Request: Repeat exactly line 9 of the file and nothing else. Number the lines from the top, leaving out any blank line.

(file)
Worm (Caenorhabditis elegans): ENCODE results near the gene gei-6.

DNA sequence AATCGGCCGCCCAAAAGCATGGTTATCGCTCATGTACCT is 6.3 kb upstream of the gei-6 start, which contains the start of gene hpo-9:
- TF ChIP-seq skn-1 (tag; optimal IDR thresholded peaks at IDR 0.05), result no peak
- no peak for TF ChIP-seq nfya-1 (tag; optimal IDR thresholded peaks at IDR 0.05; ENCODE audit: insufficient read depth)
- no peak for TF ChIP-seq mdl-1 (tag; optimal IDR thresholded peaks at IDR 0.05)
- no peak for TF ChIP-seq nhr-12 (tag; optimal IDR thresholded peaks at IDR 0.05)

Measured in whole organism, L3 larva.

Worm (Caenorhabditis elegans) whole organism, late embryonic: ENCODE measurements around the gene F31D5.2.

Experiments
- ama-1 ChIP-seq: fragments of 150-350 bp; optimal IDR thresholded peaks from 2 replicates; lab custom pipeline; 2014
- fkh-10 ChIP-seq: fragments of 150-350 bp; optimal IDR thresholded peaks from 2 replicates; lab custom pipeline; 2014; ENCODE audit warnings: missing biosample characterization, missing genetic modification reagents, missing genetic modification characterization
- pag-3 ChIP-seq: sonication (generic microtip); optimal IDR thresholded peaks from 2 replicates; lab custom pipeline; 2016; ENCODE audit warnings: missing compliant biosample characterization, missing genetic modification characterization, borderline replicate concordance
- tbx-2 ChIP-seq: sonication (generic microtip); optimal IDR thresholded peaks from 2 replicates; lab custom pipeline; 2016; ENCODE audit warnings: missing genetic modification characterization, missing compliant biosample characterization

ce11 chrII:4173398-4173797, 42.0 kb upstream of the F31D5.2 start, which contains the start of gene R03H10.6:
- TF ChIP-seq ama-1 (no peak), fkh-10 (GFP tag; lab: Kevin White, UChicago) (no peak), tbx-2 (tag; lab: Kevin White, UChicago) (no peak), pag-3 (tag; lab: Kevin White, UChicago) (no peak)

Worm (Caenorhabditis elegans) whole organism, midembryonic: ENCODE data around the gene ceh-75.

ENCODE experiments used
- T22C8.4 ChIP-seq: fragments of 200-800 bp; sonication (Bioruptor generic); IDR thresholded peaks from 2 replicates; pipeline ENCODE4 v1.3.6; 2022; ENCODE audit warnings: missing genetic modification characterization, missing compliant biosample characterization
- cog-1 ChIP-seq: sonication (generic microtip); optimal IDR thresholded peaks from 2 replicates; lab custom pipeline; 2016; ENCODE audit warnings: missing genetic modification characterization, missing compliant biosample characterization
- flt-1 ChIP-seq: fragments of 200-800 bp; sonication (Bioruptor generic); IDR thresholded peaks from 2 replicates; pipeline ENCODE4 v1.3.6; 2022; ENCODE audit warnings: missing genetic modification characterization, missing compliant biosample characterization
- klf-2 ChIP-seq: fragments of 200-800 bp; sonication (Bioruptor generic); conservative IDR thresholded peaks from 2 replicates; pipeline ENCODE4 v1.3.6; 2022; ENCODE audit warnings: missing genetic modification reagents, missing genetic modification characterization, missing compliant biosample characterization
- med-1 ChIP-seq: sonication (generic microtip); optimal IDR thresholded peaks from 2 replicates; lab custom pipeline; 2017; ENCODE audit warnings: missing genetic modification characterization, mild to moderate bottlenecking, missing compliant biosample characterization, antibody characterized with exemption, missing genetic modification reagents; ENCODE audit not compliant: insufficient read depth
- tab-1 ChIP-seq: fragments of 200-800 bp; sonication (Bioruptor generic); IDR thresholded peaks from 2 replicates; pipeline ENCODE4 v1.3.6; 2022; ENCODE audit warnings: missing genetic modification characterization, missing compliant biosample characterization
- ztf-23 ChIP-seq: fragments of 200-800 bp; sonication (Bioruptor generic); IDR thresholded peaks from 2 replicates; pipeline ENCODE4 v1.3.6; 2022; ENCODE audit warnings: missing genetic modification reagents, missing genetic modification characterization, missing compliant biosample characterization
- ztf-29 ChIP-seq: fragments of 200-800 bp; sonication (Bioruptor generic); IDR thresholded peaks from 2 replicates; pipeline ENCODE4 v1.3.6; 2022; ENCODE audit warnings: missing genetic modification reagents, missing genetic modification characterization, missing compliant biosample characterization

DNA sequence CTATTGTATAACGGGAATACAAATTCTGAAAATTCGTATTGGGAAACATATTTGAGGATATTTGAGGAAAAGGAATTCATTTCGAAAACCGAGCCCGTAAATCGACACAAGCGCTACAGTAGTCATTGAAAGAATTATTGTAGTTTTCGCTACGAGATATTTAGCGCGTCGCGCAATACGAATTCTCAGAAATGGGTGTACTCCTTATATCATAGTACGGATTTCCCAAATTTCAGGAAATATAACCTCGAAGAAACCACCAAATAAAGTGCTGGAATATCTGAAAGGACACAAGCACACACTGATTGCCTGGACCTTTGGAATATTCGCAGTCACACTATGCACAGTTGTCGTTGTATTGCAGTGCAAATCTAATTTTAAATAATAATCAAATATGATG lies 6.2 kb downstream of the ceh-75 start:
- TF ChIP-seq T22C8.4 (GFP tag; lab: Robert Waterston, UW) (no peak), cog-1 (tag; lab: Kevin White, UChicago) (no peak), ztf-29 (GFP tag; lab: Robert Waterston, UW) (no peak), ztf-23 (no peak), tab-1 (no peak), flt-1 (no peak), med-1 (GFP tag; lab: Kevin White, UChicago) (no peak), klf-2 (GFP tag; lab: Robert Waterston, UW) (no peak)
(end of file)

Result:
Experiments